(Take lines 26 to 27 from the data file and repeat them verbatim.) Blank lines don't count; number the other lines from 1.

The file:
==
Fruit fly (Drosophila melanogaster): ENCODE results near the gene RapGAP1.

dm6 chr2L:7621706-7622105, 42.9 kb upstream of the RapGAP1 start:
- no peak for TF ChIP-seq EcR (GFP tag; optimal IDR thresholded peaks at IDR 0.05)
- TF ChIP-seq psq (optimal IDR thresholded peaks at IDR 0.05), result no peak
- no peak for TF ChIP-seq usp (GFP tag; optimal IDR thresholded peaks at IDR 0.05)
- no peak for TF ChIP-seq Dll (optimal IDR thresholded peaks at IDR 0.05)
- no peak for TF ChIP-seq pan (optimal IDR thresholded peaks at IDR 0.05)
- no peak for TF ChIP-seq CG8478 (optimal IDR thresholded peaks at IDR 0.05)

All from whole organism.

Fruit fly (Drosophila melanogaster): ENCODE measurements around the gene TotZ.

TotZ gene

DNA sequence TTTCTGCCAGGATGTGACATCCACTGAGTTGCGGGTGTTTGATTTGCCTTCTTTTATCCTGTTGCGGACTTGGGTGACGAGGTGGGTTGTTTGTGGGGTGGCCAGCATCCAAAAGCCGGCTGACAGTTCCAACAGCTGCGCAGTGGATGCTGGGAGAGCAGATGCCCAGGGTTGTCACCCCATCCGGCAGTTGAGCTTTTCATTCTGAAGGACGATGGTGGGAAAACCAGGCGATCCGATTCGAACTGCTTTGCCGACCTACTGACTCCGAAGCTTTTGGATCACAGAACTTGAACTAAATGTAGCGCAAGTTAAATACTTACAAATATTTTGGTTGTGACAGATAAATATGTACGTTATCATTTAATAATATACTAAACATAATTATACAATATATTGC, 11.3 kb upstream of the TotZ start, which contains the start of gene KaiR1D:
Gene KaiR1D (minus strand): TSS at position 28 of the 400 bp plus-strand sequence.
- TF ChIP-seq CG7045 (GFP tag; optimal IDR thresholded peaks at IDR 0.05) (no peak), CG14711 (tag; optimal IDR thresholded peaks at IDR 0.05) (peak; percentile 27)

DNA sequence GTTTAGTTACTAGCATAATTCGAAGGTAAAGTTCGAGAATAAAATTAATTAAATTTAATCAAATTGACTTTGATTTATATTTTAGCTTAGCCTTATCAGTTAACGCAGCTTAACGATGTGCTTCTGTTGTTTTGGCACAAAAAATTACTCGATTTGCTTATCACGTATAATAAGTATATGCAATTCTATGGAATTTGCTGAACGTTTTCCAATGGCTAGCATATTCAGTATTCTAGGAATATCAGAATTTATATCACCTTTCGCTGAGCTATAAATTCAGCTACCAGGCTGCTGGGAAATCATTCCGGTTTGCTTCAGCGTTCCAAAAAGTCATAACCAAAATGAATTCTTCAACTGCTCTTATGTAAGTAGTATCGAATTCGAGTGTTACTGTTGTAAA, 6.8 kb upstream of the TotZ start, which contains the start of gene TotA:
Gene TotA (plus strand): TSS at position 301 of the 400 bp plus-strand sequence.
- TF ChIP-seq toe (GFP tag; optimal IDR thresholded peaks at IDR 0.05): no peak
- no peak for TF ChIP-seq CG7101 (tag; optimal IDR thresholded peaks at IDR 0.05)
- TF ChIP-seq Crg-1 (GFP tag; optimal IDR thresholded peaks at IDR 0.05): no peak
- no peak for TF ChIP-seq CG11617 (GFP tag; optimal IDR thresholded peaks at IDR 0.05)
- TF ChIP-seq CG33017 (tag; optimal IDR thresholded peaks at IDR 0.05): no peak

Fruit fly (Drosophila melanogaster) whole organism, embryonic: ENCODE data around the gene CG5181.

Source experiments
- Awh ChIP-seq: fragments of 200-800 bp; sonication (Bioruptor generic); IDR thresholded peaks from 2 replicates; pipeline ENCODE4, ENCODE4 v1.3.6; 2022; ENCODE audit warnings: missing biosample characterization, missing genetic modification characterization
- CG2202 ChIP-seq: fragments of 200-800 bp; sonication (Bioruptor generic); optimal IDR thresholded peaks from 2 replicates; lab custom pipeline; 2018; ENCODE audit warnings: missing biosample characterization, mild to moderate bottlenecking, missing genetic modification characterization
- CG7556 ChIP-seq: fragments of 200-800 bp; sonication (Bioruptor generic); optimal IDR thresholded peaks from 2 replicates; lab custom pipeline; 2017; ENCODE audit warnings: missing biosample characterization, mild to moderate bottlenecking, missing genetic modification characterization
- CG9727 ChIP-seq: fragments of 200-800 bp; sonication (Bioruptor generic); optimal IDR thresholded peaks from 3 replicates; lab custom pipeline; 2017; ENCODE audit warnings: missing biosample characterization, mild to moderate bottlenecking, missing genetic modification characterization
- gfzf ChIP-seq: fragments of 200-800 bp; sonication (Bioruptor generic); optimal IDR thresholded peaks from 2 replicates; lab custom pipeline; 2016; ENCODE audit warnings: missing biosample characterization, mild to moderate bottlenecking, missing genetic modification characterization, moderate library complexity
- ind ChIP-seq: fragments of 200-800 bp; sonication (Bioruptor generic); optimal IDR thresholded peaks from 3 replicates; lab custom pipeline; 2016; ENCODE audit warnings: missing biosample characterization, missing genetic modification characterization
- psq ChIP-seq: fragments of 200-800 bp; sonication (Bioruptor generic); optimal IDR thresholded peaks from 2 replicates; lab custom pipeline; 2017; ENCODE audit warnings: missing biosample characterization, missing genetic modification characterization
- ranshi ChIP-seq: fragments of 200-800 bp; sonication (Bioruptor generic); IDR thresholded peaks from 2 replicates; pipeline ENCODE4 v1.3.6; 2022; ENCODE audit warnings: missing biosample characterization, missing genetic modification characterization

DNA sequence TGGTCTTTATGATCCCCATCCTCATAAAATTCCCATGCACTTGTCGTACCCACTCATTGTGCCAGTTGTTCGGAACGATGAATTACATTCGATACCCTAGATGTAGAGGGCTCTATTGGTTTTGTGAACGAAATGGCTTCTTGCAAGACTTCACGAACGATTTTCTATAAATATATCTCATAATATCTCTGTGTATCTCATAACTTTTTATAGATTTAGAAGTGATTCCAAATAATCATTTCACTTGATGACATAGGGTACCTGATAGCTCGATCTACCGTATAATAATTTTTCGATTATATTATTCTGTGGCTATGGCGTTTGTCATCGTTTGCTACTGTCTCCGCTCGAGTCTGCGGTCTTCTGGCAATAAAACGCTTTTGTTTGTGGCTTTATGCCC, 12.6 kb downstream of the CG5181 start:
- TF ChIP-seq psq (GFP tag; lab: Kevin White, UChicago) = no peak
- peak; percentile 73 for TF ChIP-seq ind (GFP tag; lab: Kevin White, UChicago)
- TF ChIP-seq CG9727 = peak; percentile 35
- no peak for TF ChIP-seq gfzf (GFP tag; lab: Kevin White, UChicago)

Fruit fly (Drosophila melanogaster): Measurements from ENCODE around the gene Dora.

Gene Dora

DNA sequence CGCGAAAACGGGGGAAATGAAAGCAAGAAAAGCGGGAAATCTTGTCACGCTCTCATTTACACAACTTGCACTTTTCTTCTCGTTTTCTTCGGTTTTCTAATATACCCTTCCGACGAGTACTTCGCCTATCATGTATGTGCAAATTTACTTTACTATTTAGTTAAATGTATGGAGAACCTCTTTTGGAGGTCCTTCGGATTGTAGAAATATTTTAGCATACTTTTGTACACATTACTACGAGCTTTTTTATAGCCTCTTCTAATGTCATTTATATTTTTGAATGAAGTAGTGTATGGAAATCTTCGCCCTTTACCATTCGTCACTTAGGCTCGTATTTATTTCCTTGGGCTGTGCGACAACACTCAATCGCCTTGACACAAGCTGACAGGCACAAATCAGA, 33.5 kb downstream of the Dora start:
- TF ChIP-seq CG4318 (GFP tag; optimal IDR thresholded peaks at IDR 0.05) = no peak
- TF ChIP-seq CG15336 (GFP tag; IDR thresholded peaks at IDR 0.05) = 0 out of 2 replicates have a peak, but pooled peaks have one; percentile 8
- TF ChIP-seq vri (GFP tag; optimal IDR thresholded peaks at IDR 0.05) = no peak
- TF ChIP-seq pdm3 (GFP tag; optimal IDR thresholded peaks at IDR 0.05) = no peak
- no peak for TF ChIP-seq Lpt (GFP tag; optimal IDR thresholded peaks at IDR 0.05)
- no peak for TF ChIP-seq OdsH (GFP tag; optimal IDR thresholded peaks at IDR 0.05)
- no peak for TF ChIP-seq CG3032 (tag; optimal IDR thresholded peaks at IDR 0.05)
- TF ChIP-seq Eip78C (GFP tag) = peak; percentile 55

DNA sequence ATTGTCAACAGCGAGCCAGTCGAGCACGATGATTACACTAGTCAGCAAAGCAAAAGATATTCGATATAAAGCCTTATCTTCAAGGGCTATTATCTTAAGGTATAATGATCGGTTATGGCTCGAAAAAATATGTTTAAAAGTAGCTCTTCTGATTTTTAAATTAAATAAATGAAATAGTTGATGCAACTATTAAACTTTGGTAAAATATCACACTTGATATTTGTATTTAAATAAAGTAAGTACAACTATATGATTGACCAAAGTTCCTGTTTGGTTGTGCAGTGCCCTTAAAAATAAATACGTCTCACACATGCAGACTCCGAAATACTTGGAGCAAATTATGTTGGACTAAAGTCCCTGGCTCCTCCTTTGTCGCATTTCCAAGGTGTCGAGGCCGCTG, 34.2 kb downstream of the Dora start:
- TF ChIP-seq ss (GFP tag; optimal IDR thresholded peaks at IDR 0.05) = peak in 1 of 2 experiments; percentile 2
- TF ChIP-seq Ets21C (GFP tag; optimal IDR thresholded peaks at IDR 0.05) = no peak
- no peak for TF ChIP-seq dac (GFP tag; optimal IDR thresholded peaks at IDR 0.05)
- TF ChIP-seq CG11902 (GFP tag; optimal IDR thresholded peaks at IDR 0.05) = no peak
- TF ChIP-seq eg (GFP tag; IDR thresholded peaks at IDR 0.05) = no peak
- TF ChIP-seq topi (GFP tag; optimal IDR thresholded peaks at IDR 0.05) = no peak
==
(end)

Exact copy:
- CG7556 ChIP-seq: fragments of 200-800 bp; sonication (Bioruptor generic); optimal IDR thresholded peaks from 2 replicates; lab custom pipeline; 2017; ENCODE audit warnings: missing biosample characterization, mild to moderate bottlenecking, missing genetic modification characterization
- CG9727 ChIP-seq: fragments of 200-800 bp; sonication (Bioruptor generic); optimal IDR thresholded peaks from 3 replicates; lab custom pipeline; 2017; ENCODE audit warnings: missing biosample characterization, mild to moderate bottlenecking, missing genetic modification characterization